The Pokémon Company has pledged $200k to the Hawaii Wildfire Relief Fund after announcing Honolulu as the location of next year’s Pokémon World Championship.
The next destination was announced at the end of this year’s tournament, which took place in Yokohama, Japan, this past weekend.
However, Honolulu has proven a controversial choice.
Social media is awash with contrasting opinions. Some players are excited – after all, Hawaii was the inspiration for Sun and Moon’s Alola region.
However, others have pointed to over-tourism in Hawaii as the state struggles with the demands of tourists during the post-pandemic boom.
While The Maui Economic Development Board estimates tourism directly or indirectly accounts for around 80 percent of all income generated on the island, as reported by the BBC, natives have for some time been asking tourists not to travel to Hawaii as it struggles to cope.
Now the state has suffered wildfires, fuelled by a dry summer and strong winds from a passing hurricane. Over 90 people are confirmed dead.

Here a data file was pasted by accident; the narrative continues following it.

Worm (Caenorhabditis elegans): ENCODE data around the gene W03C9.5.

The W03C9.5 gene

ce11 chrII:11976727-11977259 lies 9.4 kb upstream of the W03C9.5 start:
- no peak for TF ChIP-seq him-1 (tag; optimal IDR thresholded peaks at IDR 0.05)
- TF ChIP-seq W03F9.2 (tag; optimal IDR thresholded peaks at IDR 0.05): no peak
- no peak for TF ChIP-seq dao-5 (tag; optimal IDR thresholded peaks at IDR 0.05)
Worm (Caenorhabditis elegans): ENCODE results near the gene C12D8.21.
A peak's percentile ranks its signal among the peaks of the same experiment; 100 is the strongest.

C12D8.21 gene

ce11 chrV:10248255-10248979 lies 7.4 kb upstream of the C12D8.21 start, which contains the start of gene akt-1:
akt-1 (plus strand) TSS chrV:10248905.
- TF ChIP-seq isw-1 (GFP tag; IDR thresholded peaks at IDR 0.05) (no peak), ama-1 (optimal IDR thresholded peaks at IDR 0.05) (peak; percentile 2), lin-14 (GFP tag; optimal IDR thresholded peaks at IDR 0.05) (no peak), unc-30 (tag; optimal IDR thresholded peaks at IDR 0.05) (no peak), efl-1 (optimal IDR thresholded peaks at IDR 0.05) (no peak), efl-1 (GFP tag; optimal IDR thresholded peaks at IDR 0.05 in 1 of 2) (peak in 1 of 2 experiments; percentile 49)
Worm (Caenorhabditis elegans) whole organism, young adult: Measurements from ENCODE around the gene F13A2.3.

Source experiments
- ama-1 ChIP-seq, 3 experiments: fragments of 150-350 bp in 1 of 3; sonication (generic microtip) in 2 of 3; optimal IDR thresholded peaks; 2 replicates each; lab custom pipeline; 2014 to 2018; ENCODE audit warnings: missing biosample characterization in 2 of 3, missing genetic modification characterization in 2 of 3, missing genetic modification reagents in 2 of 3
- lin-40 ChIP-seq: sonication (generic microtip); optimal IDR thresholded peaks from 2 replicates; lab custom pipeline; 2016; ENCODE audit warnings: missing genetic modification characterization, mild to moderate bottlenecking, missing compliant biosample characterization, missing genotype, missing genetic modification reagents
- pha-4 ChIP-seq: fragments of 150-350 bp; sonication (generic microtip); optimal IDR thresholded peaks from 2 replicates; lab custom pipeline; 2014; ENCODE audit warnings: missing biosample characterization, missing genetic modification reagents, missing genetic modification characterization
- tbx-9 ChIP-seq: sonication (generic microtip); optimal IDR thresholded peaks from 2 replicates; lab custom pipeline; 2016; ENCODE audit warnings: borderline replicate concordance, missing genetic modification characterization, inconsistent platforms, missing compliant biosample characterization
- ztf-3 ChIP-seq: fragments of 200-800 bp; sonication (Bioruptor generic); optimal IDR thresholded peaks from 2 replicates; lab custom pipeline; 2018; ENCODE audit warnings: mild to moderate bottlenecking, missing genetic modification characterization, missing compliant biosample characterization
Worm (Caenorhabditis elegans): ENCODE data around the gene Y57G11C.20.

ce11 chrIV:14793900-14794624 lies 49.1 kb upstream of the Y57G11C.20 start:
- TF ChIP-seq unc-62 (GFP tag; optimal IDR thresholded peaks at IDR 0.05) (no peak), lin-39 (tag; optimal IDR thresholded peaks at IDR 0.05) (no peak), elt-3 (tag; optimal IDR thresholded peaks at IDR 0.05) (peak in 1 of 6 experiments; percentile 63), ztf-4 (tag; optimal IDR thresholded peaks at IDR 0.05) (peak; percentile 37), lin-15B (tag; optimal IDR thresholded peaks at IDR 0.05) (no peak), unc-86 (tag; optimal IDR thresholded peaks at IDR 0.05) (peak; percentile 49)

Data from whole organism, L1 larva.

Aquaman actor and native Hawaiian Jason Momoa has warned tourists not to travel to Maui as it recovers.
“Do not travel to Maui,” he said in an Instagram post. “Do not convince yourself that your presence is needed on an island that is suffering this deeply.”
Of course, hosting the Pokémon World Championship in Hawaii was a decision made by The Pokémon Company long before the recent wildfires.
“Our hearts go out to all those who have been impacted by the devastating wildfires in Hawai’i,” reads the social media post, explaining its donation of $200k would go to the Hawaii Wildfire Relief Fund through GlobalGiving.
However, many have found its announcement insensitive – or too small a donation.
“This goes beyond the wildfires,” said one response. “Hawai’i natives have been begging tourists to stop coming for decades because of the negative impacts on the people living there and the environment. Listen to the people speaking out who are directly impacted,” reads another.
This wasn’t the only controversy from this year’s Pokémon World Championship. Various pro players were disqualified after using hacked teams, sparking debate over whether this practice should be allowed or is against the spirit of the games.